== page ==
Our Top Picks
"If you want to learn the art of making charcuterie from the best-reviewed book by professionals and home cooks alike, this is the one."
Best for Beginners: Home Production of Quality Meats and Sausages at Amazon
"Consider this the textbook for sausage making 101."
Best for Experienced Charcutiers: Charcuterie and French Pork Cookery at Amazon
"For the adventurous home cook and book lover, you can’t get better than this 1967 ode to pork products by Jane Grigson."
Best for Traditional Spanish Curing: Charcuteria: The Soul of Spain at Amazon
"Spain’s tradition of cured meats, from smoky chorizo to delicate jamon iberico de bellota, is brought to life by chef and author Jeffrey Weiss."
"Looking for a side of poetry with your charcuterie manual? Pick up 'Pure Charcuterie.'"
Best for Charcuterie Spreads: Pâté, Confit, Rillette: Recipes from the Craft of Charcuterie at Amazon
"If you don’t want to brave the process of fermenting salami, but do want to whip up an impressive pâté, here’s the book for you."
01 of 06
Best Overall: Charcuterie: The Craft of Salting, Smoking and Curing
If you want to learn the art of making charcuterie from the best-reviewed book by professionals and home cooks alike, this is the one. Written by best-selling food writer Michael Ruhlman and chef/charcuterie expert Brian Polcyn, it’s an enjoyable read and includes 125 recipes of various levels of difficulty.
Here, you’ll learn how to make duck prosciutto, mortadella, bacon (!), confit, cured salami, hot dogs, and more. One reviewer raves that it’s “Easily my favorite culinary book purchase ever!” The late celebrity chef Anthony Bourdain called it “an important and definitive work.” Consider it the charcuterie bible.
02 of 06
Best for Beginners: Home Production of Quality Meats and Sausages
Some cookbooks we love because they give us our new favorite recipe. Others we love because they give us the techniques to forge ahead on our own. Home Production of Quality Meats and Sausages will do both.
It’s a bit drier than some of the others and clocks in at over 700 pages, but this book will give you the technical know-how to make salami without needing to look up a recipe first. Stanley Marianski and Adam Marianski, the brothers who coauthored this book say of their hope for the reader: "We want him to understand the sausage-making process and we want him to create his own recipes. We want him to be the sausage maker." Consider this the textbook for sausage making 101.
03 of 06
Best for Experienced Charcutiers: Charcuterie and French Pork Cookery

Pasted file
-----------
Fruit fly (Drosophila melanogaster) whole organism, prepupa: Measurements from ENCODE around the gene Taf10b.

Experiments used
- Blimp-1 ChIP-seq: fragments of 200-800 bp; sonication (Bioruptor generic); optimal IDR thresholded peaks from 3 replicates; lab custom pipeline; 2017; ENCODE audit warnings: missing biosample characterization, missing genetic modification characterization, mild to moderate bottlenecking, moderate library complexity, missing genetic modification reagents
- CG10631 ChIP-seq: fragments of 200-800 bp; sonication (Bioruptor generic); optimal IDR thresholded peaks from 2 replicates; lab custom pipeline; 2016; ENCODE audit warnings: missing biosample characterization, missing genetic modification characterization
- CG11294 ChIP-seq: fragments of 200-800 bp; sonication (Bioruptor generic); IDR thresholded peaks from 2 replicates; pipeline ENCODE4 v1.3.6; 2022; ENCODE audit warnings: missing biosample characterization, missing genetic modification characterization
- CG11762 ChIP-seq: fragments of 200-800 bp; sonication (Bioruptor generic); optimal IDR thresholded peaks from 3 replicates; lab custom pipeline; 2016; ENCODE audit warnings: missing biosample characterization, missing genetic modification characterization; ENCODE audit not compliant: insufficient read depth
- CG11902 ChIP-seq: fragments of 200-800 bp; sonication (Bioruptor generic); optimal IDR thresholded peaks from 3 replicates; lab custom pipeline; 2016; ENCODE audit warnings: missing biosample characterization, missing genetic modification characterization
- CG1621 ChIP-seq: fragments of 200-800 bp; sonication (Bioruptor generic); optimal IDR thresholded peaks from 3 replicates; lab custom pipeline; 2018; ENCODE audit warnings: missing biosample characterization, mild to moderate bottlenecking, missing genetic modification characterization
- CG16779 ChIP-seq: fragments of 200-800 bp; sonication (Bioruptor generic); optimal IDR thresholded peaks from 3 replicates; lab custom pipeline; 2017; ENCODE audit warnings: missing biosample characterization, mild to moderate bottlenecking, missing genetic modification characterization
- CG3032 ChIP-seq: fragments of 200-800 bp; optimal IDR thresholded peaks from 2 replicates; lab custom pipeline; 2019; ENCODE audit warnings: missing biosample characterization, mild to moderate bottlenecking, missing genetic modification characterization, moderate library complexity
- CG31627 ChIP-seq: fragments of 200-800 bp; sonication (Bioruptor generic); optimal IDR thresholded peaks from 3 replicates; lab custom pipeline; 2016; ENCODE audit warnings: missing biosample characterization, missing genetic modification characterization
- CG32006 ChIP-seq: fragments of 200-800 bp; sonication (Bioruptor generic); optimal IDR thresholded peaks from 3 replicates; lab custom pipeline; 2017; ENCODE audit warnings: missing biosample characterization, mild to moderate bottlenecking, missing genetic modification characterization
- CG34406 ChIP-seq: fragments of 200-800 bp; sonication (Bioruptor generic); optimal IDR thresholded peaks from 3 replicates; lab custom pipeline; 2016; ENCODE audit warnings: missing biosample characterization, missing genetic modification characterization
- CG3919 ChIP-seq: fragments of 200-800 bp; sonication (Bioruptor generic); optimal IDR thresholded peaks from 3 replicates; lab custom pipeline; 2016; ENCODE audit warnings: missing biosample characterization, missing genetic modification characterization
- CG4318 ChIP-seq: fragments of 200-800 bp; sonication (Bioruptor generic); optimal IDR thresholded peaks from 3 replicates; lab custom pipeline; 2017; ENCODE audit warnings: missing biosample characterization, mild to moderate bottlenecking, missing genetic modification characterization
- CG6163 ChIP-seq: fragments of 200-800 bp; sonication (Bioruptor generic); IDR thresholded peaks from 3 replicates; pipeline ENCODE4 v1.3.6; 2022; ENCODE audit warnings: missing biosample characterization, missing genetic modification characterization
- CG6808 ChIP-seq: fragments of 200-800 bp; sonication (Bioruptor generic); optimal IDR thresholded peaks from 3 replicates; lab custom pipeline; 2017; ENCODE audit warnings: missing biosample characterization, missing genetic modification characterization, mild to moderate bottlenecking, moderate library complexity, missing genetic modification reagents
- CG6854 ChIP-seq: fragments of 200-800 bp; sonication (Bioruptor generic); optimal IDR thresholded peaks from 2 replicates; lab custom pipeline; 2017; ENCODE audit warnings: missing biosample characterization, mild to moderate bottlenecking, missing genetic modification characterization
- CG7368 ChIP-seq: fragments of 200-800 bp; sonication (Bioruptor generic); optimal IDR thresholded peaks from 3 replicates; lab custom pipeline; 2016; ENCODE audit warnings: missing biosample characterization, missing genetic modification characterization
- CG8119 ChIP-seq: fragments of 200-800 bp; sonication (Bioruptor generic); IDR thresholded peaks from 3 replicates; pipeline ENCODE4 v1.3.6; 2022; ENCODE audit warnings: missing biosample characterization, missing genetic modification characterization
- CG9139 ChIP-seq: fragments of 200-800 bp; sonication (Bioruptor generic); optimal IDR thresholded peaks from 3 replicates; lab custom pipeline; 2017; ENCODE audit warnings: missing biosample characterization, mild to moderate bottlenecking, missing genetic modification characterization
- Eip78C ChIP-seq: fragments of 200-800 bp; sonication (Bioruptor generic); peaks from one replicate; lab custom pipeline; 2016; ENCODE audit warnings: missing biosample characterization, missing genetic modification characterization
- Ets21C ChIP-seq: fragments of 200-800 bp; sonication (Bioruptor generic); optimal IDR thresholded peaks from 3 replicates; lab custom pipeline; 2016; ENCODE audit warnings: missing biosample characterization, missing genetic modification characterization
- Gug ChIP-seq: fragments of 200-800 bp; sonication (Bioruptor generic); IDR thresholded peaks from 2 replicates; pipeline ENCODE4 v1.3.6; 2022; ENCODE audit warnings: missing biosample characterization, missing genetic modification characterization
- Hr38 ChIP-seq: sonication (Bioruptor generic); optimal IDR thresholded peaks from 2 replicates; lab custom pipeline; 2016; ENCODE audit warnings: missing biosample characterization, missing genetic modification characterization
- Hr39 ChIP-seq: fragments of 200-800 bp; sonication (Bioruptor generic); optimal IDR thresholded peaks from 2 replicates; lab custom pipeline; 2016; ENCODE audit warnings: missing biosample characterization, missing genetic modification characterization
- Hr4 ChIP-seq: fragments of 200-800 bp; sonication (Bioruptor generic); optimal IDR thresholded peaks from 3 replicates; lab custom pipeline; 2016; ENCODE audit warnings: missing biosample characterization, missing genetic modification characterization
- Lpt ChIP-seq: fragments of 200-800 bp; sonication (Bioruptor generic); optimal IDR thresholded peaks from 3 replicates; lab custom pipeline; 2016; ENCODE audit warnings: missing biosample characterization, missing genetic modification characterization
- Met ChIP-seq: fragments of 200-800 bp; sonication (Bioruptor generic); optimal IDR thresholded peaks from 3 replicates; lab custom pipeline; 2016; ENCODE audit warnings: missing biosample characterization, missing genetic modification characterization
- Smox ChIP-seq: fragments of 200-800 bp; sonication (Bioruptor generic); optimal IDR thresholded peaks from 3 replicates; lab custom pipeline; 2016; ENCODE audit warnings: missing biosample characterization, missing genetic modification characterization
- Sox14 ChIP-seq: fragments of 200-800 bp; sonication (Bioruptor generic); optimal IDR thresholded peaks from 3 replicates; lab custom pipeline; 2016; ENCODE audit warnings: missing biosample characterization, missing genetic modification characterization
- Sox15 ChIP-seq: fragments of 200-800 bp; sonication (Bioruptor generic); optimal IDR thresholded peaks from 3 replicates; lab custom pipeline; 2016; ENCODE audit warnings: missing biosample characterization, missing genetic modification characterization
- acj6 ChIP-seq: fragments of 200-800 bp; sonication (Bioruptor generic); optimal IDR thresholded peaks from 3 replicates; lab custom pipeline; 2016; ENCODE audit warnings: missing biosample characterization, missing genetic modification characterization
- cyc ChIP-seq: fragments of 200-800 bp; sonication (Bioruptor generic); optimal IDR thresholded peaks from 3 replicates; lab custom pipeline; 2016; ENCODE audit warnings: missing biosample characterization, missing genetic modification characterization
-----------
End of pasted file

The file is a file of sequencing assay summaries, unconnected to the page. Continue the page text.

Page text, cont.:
Famed British food writer Jane Grigson’s first book was this lyrical, practical ode to practicality by way of pork products from 1967. She doesn’t cover cured salami, but if you want traditional, under-the-radar recipes for sausage (including one made of tripe), terrine, pâté, boudin noir, or petit salé (a sort of unsmoked bacon), this book is the perfect place to start.
Grigson assumes the reader is someone with a solid footing around the kitchen, so if you’ve never picked up a chef’s knife, this is not the place to start. But, for readers who want to understand the ins and outs of using up a whole animal and would like to try (or are interested in reading about) recipes for the “lesser cuts” like pork feet, you can’t get better than this.
04 of 06
Best for Traditional Spanish Curing: Charcuteria: The Soul of Spain
Often, when we’re talking about charcuterie, the first foods that come to mind are prosciutto or saucisson sec. But Spain’s tradition of cured meats, from smoky chorizo to delicate jamon iberico de bellota, is vast, historic, and too often left out of the spotlight.
Charcutería: The Soul of Spain by chef Jeffrey Weiss brings those traditions, stories, and techniques to life with illustrations, beautiful photographs, and more than 100 traditional Spanish recipes. You’ll learn how to make salami, fresh sausages, Spanish-style ham, pickles, salt cod, and more. Michael Ruhlman calls it “a lovely, loving, fascinating, and, most all, useful book all lovers of the craft should be grateful for."Continue to 5 of 6 below.
05 of 06
Best Writing: Pure Charcuterie: The Craft and Poetry of Curing Meats at Home
Over the past fifteen years, author Meredith Leigh has worked as a farmer, butcher, chef, teacher, and non-profit executive director. It’s no wonder, then, that her guide to making charcuterie is chock-full of meditations on frugality, respect for animals, the parts of the animal we think of as “lesser,” and the joy of creating by way of food.
Leigh shares tips on sourcing meat, necessary gear, techniques, and recipes. Other subjects include how to cure meat with koji (the fungus used to ferment miso), tips for working with wild game, and how to create a more equitable food system that generates less waste and more flavor. A mix of memoir, how-to, and a collection of recipes.
06 of 06
Best for Charcuterie Spreads: Pâté, Confit, Rillette: Recipes from the Craft of Charcuterie
Maybe you don’t want to brave the nail-biting process of fermenting salami in your basement, but you do want to whip up an impressive pâté. Here’s the book for you. Polcyn and Ruhlman team up again in Pâté, Confit, Rillette to share techniques, tips, and traditional recipes to make your own impressive charcuterie spread without worrying about the curing process. Learn how to make duck pâté en terrine, Asian-spiced pâté, foie gras en torchon, pig “butter,” crispy stuffed duck necks, rabbit rilletes, butternut squash confit, and more.
“Charcuterie: The Craft of Salting, Smoking, and Curing” is the best starter guide to making charcuterie at home, but lovers of literature shouldn’t miss “Charcuterie and French Pork Cookery,” and if you really want to become a charcuterie master, “Home Production of Quality Meats and Sausages” is indispensable.